Bittersweet October. The mellow, messy, leaf-kicking, perfect pause between the opposing miseries of summer and winter.
Carol Bishop Hipps, (Author) “October,” In a Southern Garden, 1995
Admittedly this month which heralds the now not so distant and decidedly less delightful seasons suffered a rather messy beginning, however today was a good day. That nearly perfect kind of day goodness one senses deep within, with the only exception that I had to perform some sort of manual work (thankfully out of doors) that kind of put a wee crimp into the absolute leisure of total submission of simply enjoying this day sans distractions. Today was strikingly similar to the perfect spring day but the exact opposite of that, hence the above quote for this day. And it was windy too.
It’s a Sunday morning. Well, outside anyways. Inside I’m still in bed, my head full of dreamy bits, my body asleep and relaxed. It’s not early, it’s not late. A relatively quiet time. Even asleep I can sense the quieter Sunday morning solitude and I enjoy the abbreviated traffic noises from the main road that cuts through this village through the open window of my bedroom.
On weekdays the traffic noises begin to build around 04:30 and I’m certain most of that early morning rush is bakers on their way to their trades but on Saturdays and Sundays it is relatively calm out there.
What the hell am I writing about? I’ll tell you. It’s the Kandertalbahn. Go look it up on Facebook if you want. They have a page. It is an old steam driven railway line that runs the same stretch back and forth every Sunday for tourists, the curious and hobbyists from the first day of May all the way through the 20th day of October.
Yes it’s quaint, it’ pretty, it’s historic, it’s old, it’s in working condition, it brings in money and tourists, but it also is loud and irritating to many who live along its iron line.
Sure, it’s lovely to see something from days gone by, watch something like that chugging back and forth, forwards and backwards along track through a picturesque, lush and fertile bucolic valley landscape of farm fields, small quaint villages that lie 2 or so kilometers apart from the next and green capped forested hills. What’s not to like about that?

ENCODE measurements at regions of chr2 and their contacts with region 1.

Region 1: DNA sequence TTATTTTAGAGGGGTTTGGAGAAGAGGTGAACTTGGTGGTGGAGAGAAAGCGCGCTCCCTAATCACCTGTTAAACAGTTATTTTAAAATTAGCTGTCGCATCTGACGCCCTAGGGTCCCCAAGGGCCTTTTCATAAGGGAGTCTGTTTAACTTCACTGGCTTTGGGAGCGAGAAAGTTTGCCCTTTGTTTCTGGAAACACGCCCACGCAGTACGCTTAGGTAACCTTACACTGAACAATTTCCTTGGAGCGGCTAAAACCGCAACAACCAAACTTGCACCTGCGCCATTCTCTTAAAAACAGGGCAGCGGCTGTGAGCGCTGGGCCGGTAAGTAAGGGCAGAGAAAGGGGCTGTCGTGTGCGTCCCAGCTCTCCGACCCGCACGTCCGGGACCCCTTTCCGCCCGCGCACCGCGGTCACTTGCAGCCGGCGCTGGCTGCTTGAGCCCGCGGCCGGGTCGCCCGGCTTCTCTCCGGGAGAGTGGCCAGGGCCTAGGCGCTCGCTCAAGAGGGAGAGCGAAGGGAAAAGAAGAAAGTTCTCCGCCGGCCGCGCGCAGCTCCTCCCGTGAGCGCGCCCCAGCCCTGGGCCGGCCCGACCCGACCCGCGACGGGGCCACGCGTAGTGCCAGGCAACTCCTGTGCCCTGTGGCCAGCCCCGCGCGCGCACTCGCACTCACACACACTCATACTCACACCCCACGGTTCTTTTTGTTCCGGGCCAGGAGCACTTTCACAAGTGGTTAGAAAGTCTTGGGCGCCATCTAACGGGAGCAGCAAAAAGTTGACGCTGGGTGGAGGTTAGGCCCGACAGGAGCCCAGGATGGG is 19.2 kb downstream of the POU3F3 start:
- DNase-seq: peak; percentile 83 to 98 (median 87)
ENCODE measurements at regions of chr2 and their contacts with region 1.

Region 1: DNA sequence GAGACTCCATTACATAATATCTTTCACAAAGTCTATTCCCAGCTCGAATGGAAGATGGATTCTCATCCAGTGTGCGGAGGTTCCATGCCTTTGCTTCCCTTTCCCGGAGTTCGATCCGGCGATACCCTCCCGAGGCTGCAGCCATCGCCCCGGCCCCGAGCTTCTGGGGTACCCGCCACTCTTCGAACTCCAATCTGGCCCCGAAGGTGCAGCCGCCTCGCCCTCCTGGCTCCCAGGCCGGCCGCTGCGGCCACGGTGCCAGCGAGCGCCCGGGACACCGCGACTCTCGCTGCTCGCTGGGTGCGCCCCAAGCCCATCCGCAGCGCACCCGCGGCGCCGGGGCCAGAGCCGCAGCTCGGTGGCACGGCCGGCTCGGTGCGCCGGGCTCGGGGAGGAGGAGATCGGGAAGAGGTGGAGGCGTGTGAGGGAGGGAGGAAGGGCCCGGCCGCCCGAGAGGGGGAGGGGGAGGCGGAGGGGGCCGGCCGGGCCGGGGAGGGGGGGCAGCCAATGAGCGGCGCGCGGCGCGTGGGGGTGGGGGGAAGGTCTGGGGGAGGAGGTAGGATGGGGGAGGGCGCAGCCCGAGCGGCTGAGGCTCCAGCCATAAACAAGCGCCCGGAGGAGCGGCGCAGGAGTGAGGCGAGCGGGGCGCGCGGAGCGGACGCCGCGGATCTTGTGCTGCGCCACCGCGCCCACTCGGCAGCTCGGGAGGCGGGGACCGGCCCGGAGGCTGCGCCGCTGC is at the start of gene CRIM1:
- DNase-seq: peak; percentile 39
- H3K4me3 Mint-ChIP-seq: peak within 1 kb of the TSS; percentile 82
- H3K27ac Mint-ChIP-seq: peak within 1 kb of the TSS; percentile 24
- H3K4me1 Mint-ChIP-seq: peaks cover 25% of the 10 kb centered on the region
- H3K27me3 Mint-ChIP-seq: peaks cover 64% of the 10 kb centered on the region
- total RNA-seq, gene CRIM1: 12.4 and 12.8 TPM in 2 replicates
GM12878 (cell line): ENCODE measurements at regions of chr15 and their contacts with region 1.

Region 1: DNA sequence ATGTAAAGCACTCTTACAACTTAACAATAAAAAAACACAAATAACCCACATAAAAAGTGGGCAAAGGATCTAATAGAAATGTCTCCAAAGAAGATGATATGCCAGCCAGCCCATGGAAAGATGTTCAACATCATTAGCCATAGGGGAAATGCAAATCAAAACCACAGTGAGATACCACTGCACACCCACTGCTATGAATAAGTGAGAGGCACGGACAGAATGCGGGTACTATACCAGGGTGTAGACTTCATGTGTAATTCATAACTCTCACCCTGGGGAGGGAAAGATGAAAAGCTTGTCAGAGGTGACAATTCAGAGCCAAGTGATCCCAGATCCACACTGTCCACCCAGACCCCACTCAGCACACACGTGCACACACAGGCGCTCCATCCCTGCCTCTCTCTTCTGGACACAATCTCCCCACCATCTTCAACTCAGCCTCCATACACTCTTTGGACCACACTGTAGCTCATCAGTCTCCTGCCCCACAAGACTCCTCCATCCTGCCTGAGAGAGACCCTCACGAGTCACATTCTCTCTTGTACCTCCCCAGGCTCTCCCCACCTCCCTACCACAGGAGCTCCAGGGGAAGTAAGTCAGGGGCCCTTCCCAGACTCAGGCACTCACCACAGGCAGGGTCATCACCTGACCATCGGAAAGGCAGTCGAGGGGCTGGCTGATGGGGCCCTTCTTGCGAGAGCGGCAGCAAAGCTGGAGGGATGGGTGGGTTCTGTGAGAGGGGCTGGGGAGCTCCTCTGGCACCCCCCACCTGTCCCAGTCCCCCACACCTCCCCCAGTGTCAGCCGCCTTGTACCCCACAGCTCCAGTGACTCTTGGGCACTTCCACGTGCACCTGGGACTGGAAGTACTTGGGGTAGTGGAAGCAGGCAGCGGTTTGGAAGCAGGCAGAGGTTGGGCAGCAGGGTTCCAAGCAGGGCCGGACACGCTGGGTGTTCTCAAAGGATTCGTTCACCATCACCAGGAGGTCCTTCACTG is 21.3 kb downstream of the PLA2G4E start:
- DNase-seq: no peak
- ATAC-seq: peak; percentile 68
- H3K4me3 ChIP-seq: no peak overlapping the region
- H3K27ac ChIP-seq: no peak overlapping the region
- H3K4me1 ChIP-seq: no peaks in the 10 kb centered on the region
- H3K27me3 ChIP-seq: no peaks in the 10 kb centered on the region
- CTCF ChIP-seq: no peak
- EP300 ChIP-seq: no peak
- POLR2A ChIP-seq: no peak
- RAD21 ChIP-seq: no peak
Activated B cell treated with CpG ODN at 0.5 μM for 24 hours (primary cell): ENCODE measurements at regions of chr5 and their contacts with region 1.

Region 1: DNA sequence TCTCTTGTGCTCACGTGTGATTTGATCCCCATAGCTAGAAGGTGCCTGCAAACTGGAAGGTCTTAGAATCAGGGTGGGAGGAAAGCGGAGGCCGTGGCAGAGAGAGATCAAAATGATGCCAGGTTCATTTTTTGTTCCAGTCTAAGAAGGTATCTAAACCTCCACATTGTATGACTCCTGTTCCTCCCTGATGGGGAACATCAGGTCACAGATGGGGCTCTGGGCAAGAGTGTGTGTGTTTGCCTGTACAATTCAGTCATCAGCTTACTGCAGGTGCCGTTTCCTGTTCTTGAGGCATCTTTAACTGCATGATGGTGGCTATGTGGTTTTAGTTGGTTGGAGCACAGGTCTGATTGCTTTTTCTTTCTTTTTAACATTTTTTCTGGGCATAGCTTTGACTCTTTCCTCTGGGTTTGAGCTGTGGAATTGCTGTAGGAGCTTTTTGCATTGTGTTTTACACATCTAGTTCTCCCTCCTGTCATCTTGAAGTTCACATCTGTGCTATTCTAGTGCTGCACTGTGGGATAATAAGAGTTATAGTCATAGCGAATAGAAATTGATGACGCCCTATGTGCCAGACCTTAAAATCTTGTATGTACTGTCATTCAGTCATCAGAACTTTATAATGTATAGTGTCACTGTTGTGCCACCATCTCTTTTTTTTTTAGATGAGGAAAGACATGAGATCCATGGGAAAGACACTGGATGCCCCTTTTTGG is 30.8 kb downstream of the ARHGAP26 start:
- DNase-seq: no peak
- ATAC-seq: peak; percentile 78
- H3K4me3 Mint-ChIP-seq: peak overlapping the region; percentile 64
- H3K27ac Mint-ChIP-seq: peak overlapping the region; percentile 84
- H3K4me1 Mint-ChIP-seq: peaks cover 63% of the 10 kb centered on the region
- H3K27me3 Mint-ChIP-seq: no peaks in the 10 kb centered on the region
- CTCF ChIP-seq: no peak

Bucolic southern German landscape
No argument there, but sorry no, I’ve not ridden it yet; not when I lived here as a teen nor since I’ve been back. In fact I was planning to do that this summer but that urge shrivels on my ‘things to do’ list every time that shrieking noise makes me cringe, six times every Sunday. And the worst of it is that sometimes I wish that I could somehow prevent that blasted whistle from issuing it’s evil sound. No surprise though that if I lived further away from the tracks I wouldn’t really give a rats ass what kind of noise that train made but what I’m afraid of is that if I were to visit somewhere else and heard such a whistle, I might believe it to be sunday.
What gets me and what I can’t get my head around is that this is Germany after all, a peace and quiet loving folk. They are known to enforce the Sabbath strickly where naught is done around the house if it makes any kind o f ‘working’ noise on the Lords day; one does that on Saturday. It’s not like N. America, not at all. But that damned infernal noise is apparently ok. Go figure.
I just heard the last shrill whistle blast of the day, for this whistle stop.
Now I get to listen to the receding if still muffled and audible whistle blasts as the loathsome Chanderli chuggs its metal way back to Kandern to await for its next weekends annoying assault on many ears. Frustratingly I just now realize that I still have two months of Sundays to get through. Grrrr …